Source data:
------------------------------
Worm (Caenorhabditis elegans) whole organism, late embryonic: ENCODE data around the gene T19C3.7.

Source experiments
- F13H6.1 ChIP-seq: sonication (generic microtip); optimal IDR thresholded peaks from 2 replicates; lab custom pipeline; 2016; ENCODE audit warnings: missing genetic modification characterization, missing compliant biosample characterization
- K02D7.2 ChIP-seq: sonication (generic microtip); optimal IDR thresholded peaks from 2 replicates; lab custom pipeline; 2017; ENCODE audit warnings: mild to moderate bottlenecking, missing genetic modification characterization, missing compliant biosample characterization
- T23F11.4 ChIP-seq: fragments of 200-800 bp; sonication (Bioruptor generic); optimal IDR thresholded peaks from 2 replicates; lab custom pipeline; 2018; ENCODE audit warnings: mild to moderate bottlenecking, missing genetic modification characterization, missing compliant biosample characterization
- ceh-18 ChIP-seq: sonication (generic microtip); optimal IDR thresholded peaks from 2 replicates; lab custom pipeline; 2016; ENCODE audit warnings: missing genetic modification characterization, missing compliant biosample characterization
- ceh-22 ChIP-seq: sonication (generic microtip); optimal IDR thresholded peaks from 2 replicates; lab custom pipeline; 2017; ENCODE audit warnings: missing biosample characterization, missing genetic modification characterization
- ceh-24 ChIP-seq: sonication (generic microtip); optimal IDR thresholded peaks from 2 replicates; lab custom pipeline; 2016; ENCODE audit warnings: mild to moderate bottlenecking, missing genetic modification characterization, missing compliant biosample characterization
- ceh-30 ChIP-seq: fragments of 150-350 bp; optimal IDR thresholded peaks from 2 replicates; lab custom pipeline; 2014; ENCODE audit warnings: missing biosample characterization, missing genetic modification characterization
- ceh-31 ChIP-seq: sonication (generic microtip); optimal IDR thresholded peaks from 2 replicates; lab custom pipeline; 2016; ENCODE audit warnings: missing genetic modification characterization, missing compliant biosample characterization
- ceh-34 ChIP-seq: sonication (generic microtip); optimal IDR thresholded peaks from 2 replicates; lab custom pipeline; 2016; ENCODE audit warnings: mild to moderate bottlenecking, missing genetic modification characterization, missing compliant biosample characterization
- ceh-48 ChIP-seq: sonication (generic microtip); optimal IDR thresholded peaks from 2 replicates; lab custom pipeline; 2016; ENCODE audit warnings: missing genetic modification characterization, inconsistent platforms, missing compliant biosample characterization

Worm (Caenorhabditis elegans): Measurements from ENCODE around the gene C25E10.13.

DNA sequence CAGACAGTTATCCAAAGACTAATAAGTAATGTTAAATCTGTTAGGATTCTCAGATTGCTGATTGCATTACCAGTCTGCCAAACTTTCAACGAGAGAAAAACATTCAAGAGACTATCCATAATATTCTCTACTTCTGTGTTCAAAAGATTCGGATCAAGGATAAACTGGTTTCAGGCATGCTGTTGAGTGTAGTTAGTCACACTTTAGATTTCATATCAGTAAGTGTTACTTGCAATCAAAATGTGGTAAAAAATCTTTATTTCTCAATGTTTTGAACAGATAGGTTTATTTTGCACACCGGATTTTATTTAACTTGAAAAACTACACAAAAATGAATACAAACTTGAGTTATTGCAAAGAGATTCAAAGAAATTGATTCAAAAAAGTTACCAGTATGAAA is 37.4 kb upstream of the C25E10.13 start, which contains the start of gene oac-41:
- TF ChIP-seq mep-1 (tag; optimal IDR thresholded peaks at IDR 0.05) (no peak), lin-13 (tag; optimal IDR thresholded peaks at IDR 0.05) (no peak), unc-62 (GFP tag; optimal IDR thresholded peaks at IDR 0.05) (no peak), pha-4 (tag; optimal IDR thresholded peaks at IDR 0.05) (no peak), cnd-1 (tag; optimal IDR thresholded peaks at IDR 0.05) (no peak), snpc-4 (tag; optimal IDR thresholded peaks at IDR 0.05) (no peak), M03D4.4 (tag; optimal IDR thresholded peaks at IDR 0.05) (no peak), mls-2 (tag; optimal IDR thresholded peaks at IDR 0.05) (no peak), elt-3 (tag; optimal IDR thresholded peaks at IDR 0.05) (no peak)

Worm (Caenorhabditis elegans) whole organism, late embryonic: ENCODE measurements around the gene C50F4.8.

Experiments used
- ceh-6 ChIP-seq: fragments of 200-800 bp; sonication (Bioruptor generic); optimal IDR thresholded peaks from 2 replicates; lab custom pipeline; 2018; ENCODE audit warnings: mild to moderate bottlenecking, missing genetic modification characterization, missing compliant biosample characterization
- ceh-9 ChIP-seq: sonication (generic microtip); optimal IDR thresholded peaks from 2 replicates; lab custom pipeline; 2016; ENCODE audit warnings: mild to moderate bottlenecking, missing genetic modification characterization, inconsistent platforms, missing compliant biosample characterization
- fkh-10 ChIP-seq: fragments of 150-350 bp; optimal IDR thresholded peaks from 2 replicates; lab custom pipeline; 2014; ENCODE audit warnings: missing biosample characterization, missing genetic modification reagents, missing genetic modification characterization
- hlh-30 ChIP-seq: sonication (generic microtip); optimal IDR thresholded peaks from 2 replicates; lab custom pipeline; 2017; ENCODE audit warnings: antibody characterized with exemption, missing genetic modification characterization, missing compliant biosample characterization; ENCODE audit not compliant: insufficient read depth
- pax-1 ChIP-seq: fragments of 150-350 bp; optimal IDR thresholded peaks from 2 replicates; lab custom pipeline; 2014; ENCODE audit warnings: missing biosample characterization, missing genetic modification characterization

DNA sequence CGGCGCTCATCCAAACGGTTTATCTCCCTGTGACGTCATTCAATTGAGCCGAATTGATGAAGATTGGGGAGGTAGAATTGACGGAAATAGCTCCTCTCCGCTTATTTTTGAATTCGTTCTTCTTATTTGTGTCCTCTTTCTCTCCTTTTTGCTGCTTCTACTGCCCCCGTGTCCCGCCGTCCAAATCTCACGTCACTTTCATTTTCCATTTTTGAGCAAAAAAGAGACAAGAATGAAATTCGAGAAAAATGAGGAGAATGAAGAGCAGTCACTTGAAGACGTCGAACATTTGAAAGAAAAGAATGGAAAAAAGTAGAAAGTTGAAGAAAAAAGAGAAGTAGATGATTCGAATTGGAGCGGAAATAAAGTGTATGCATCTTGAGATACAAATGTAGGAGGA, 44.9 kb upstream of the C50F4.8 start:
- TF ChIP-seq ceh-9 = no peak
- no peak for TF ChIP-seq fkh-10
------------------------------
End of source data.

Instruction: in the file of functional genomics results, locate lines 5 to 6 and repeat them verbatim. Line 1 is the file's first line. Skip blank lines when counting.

- T23F11.4 ChIP-seq: fragments of 200-800 bp; sonication (Bioruptor generic); optimal IDR thresholded peaks from 2 replicates; lab custom pipeline; 2018; ENCODE audit warnings: mild to moderate bottlenecking, missing genetic modification characterization, missing compliant biosample characterization
- ceh-18 ChIP-seq: sonication (generic microtip); optimal IDR thresholded peaks from 2 replicates; lab custom pipeline; 2016; ENCODE audit warnings: missing genetic modification characterization, missing compliant biosample characterization